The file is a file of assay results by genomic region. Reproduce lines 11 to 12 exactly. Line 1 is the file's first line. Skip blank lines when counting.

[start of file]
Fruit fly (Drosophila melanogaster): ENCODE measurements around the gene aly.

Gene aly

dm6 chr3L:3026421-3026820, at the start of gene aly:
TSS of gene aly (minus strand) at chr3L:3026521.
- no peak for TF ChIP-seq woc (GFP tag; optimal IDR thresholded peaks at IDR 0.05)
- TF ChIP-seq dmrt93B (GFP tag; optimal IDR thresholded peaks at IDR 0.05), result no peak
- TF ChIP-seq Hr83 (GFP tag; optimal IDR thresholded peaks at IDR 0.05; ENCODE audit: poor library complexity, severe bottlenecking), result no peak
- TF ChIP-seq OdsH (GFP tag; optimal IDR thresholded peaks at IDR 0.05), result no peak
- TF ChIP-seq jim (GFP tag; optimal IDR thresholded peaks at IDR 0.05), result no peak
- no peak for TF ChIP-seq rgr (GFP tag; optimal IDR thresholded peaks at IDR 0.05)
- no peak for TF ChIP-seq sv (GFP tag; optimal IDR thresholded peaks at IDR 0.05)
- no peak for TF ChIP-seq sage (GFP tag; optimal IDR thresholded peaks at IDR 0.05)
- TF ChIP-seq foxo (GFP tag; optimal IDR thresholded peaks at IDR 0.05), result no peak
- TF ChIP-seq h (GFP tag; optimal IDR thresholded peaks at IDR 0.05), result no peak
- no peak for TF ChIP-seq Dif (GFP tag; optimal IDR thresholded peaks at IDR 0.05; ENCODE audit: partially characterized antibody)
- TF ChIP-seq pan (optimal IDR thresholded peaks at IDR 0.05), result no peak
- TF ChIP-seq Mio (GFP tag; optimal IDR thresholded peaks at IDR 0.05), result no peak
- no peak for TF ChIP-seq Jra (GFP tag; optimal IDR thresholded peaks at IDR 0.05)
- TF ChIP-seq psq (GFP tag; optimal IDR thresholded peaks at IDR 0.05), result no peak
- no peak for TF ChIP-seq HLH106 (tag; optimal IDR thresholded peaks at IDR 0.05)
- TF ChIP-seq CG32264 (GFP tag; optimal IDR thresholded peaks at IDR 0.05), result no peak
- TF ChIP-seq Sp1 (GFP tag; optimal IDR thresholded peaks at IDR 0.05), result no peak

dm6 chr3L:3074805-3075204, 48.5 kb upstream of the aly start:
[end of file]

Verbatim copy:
- no peak for TF ChIP-seq sv (GFP tag; optimal IDR thresholded peaks at IDR 0.05)
- no peak for TF ChIP-seq sage (GFP tag; optimal IDR thresholded peaks at IDR 0.05)